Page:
Dream a Little Dream of Death! Pain! Murder! Sadness! Good morning.
August 17, 2016 5:36 AM   Subscribe

My dreams keep turning sour just before I wake up. Why? How to fix my brain?

The last few nights of sleep, I've dreamed happily along until just before I wake up. At that point, the happy dream suddenly turns horrible: Tim Curry pops out of the sewer as I walk along a sunny street, or my husband and I start fighting in the new dream house we've moved into, or a long-lost family member shows up at the space party I've been enjoying and attacks me, etc. It's like my brain's equivalent of the twist movie ending. I'm picking oranges and then it's all HOORS DON'T GIT A SECOND CHANCE. And then I wake up disgruntled and kind of lost. So why is this happening? I realize a few nights is probably not enough for a pattern -- if this happened for months then I'd be more worried.

Some notes: I occasionally have interrupted sleep. Our kid sometimes wakes up early in the morning, and one of us soothes him back to sleep. Whether or not I'm the one doing the waking up and soothing hasn't had any effect on this dream thing -- it happens with or without the interruption. Have I somehow trained my dream brain's story function into behaving like M. Night Shyamalan? And if so, how do I retrain it?
posted by pepper bird to Health & Fitness (8 answers total) 1 user marked this as a favorite
I most often get nightmares when I'm too hot. I think people's body temperature usually starts to rise towards dawn, when they are starting to wake up. So maybe try fewer bed clothes so that you stay cooler?
posted by lollusc at 6:38 AM on August 17, 2016 [6 favorites]

I also get nightmares when I'm too hot. Setting the thermostat to drop the temperature early in the morning seems to help a little.
posted by belladonna at 6:48 AM on August 17, 2016

Any chance of sleep apnea?
posted by peanut_mcgillicuty at 6:48 AM on August 17, 2016

Best answer: Here's how I went from terrible dreams to mostly-good or at least neutral ones:

- Made sure my room was cool, and traded in my down comforter for a light coverlet. Like other posters above, I get bad dreams when I'm overheated.

- Got a sleep study, and, when apnea was confirmed, a CPAP machine. I think this made the biggest difference. Do your sleeping partner(s) tell you that you snore, gasp for breath, stop breathing, or thrash/kick in your sleep? Do you wake up with a dry mouth and/or a headache? If any of these apply, you should get a sleep test.

- Kept my blood sugar steady; if I got any blood sugar crashes at night in my sleep, I'd have horrible dreams and wake with a jolt. I have insulin resistance and have to eat low-carb during the day, and this made the night-time sugar crashes go away, but you might try a light protein-intensive snack before bed, like a small serving of Greek yogurt, a stick of string cheese, or a piece of chicken - nothing too big, as you don't want to sleep on a full stomach, but just something to keep blood sugar crashes away.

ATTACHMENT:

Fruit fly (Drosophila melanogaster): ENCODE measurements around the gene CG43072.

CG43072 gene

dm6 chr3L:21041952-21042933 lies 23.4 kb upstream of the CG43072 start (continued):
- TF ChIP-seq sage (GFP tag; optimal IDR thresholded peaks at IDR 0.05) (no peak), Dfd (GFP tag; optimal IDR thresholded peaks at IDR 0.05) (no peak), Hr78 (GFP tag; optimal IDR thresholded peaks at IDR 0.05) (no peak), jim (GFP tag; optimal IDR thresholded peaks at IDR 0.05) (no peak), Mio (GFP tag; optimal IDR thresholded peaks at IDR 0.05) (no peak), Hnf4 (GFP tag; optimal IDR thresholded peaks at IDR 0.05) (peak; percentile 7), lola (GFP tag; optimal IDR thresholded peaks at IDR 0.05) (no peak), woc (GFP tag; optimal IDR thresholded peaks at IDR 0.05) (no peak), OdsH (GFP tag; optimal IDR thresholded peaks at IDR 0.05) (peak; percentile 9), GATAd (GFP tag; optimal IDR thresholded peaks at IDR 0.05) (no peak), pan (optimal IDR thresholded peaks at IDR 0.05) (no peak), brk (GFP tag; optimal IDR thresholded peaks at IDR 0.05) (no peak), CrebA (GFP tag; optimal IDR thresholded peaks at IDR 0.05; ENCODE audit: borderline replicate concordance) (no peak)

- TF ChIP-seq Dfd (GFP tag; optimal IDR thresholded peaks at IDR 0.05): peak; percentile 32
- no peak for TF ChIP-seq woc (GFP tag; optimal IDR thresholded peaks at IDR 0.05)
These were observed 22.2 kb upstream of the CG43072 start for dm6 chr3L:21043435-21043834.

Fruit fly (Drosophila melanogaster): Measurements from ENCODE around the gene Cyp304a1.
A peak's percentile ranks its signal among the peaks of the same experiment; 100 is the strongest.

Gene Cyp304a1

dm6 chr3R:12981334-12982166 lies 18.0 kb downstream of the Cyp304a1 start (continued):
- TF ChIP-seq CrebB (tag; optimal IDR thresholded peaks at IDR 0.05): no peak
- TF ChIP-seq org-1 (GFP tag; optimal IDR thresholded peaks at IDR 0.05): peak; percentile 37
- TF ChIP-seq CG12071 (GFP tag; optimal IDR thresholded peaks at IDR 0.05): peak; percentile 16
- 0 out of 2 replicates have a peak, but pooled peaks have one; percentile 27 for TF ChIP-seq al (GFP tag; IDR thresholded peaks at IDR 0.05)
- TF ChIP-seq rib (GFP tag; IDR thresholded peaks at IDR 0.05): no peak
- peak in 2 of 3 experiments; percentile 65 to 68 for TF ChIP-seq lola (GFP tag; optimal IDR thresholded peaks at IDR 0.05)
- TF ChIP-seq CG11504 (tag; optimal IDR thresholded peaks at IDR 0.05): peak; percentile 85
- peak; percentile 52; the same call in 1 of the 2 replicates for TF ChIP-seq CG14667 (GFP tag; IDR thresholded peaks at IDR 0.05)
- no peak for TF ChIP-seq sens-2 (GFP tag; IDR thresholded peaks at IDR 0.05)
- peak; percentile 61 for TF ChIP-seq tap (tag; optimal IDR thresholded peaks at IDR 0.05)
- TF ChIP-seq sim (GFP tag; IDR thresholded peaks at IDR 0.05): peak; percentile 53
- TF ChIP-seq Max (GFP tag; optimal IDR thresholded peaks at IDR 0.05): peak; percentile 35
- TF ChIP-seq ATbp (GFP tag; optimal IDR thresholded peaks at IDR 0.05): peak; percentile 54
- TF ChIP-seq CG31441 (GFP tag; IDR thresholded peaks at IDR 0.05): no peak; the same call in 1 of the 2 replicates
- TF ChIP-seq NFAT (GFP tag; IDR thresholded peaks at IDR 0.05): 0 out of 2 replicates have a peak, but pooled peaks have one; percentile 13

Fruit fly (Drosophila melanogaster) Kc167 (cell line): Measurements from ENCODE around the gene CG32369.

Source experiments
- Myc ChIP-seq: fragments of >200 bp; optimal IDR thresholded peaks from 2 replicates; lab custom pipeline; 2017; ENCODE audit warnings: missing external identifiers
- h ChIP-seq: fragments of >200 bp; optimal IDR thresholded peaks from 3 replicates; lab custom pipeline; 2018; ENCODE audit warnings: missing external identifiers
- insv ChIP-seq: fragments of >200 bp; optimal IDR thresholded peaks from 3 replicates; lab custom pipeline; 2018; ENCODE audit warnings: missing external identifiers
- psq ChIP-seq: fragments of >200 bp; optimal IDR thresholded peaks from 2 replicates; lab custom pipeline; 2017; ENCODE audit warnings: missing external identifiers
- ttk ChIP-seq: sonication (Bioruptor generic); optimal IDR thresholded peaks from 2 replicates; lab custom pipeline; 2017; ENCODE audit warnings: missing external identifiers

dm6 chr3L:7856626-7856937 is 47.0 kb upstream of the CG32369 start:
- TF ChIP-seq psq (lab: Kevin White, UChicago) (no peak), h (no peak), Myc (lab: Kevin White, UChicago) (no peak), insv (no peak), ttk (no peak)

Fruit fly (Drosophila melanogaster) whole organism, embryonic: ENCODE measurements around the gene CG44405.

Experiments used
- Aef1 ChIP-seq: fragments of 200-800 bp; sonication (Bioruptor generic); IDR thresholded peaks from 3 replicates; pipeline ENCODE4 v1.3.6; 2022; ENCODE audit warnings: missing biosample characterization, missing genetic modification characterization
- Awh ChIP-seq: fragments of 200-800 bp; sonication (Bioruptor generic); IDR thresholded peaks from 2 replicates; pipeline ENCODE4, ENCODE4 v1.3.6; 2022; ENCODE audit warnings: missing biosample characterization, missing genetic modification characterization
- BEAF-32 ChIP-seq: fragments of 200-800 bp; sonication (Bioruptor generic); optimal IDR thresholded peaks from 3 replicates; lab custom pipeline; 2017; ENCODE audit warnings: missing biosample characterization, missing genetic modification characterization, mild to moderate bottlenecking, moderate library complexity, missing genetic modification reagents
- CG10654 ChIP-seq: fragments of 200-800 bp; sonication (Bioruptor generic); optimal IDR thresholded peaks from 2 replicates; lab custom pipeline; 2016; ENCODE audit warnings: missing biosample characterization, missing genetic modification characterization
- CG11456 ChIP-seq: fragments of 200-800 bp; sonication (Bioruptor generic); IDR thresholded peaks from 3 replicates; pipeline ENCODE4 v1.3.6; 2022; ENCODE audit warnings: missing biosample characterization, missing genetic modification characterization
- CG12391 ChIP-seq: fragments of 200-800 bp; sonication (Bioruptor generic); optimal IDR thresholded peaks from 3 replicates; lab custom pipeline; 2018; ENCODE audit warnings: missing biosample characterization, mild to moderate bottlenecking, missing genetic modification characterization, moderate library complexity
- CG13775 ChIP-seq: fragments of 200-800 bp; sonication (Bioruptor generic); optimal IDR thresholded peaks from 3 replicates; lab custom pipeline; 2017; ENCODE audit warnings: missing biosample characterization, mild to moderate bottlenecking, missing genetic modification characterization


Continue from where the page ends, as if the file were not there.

posted by Rosie M. Banks at 7:04 AM on August 17, 2016 [2 favorites]

Heh, I'm the total opposite of the folks above. When I have a rip-roaring nightmare, it's a guarantee that I will wake up, realize the covers are all gone, and I'm a popsicle. Retrieving covers and warming up a little before I go back to sleep usually keeps it from starting back up the moment I shut my eyes again.

But one way or the other, assess your body temperature when you wake up from one.
posted by telepanda at 7:58 AM on August 17, 2016

Best answer: I find I get nightmares if

a) I'm too hot;

b) I'm too cold;

c) I'm not wearing my CPAP mask for sleep apnoea;

d) I'm increasing or decreasing my dose of an Selective serotonin reuptake inhibitor or Serotonin and norepinephrine reuptake inhibitor;

e) I'm increasing or decreasing my dose of Pregabalin/Lyrica;

f) I'm in physical pain;

g) I'm stressed or anxious.
posted by Sockpuppets 'R' Us at 8:25 AM on August 17, 2016

For me, the most common cause of nightmares is a drop in blood sugar. It causes the heart to race and then my brain needs to invent an explanation. It usually results in me running from something -- a wolf pack, a werewolf, a vampire, etc. Limiting sugar and having a healthy bedtime snack helps avoid that.

You will also be prone to nightmares during withdrawal. So, if you are quitting cigarettes or cutting back on coffee or anything like that, things tend to get wonky for a while.
posted by Michele in California at 10:19 AM on August 17, 2016

Response by poster: Ah, these answers shed so much light! We're living in an apartment while we close on a house, and the place is tiny and stifling, especially our bedroom. Also because of reasons (house closing/kid/family stuff/kid/health/kid) I've been pretty stressed lately, so...I've been eating a lot of cake. Like, a lot. Will try the high-protein snack, and perhaps the sleep study once our situation steadies.

I've marked a couple answers as best, but these are all excellent (and very kind, considering the specific circumstances and goofiness of my original Q). Thanks, you guys!
posted by pepper bird at 6:03 AM on August 18, 2016 [1 favorite]

« Older It seems unhealthy to me, but what do I know   |   Short, Cheap Activities for 5th Graders Newer »
This thread is closed to new comments.